Sunday 30 October 2005

You know it's good for you

Here's another example of what invariably happens when politicians interfere with markets:
The only problem was that the west coast langoustines to be used on the menu that night were decidedly off. In fact, they were dead, even though they had been landed nearby on the Ayrshire coast.

Astonished staff at the five-star resort discovered that, as a result of new European Union food safety rules, the shellfish had been on a 900-mile round trip.

Isn't it sad to read this response from the Turnberry Hotel?
We are very happy to comply with the regulations
Perhaps they're scared to offend the powers that be. The correct response would be: Mind tour own goddamn business.

Of course, it's still possible to get fresh supplies:

The only remaining way to buy shellfish direct from a boat is nightmarishly bureaucratic. The buyer will have to register with the Scottish Executive. Every time a purchase is made - daily in the case of most seafood restaurants to guarantee freshness - forms will have to be filled in: logging who it was bought from, at what time and how it is going to be kept.
The Scottish Executive constantly tells us that it's now pro-business. Let them prove it by firing the spokeswomen who said this:
She added it was the Executive's view that the regulations would not cause any substantial changes to current business practices for buying shellfish directly from fishing boats.
Couldn't she do something useful? Like gutting fish.

1 comment:

David Farrer said...

Comments made on previous template:

Andrew - read Lillian Beckwith's books ... you will find them both reassuring and entertaining ...

2 November 2005, 01:01:48 GMT
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Andrew Duffin
Alasdair, I certainly hope you're right.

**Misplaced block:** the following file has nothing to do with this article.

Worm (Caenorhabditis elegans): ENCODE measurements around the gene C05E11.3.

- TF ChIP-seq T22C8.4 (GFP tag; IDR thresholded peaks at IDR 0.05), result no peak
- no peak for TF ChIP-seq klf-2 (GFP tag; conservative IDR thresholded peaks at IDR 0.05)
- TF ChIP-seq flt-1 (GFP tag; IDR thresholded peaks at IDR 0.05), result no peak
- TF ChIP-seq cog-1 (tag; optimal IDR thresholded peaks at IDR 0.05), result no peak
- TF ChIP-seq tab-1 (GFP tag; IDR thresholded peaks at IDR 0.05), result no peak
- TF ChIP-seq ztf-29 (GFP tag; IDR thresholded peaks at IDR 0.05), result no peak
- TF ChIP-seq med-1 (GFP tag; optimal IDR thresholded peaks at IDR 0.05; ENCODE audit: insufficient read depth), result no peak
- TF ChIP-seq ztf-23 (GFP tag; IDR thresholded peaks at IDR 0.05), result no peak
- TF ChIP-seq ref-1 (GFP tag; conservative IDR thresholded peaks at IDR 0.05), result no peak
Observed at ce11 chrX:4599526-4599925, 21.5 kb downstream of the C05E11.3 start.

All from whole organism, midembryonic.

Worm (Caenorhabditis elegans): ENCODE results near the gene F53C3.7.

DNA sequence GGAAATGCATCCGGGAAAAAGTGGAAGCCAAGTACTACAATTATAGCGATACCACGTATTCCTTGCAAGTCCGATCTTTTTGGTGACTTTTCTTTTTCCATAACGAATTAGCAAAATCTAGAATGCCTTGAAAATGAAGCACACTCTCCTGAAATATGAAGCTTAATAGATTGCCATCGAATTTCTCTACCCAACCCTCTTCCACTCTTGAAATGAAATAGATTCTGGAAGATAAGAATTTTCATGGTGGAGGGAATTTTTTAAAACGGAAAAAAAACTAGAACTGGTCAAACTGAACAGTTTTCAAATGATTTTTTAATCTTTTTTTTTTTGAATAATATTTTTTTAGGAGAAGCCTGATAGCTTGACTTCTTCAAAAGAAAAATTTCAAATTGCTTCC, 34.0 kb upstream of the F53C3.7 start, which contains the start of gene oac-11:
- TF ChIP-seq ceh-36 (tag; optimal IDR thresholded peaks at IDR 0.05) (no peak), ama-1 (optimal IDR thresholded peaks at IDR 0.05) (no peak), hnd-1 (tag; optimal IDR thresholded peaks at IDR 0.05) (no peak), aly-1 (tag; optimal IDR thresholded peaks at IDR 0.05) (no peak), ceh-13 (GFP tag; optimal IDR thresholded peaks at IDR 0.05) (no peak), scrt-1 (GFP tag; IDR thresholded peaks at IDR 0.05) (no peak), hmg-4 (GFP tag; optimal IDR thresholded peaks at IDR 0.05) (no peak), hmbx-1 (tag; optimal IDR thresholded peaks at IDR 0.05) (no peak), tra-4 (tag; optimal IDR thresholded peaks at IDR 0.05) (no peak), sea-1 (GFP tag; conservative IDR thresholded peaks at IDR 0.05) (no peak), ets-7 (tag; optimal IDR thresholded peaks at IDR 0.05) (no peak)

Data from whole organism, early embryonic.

It's just that I am not sure the Local Government EHO's (who will not, of course, be Oban people at all) will tend to see things that way. 
Out now!

1 November 2005, 12:02:21 GMT
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I once bought a hand of bananas in a supermarket in Geraldton in north west West Australia. The bananas were grown in the banana plantation just outside the supermarket. They were then transported hundreds of miles down to Perth for "ripening" and returned to Geraldton for me to buy. 
When oil does run out, they will look back on these times as an age of madness.

1 November 2005, 09:54:16 GMT
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Andrew - this is still Oban ... 
With traditional West Highland practicality and hospitality, Mistress McDonald will have a wee chat with the nice man on the boat, and he will show Highland hospitality by gifting to Mistress McDonald a wee bit fish for the evening meal, and Mistress McDonald, with equal Highland courtesy will give the nice man a little something so he can get himself and his crew a wee dram ... 
No fuss, no muss, nae bother at 'a !

1 November 2005, 00:18:01 GMT
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Andrew Duffin
Oh bloody hell. 
Where does this leave the wee green shed on Oban pier? 
I cannot believe we are going to buckle under and put up with this. 
Someone please tell me it's an April fool.

31 October 2005, 12:21:19 GMT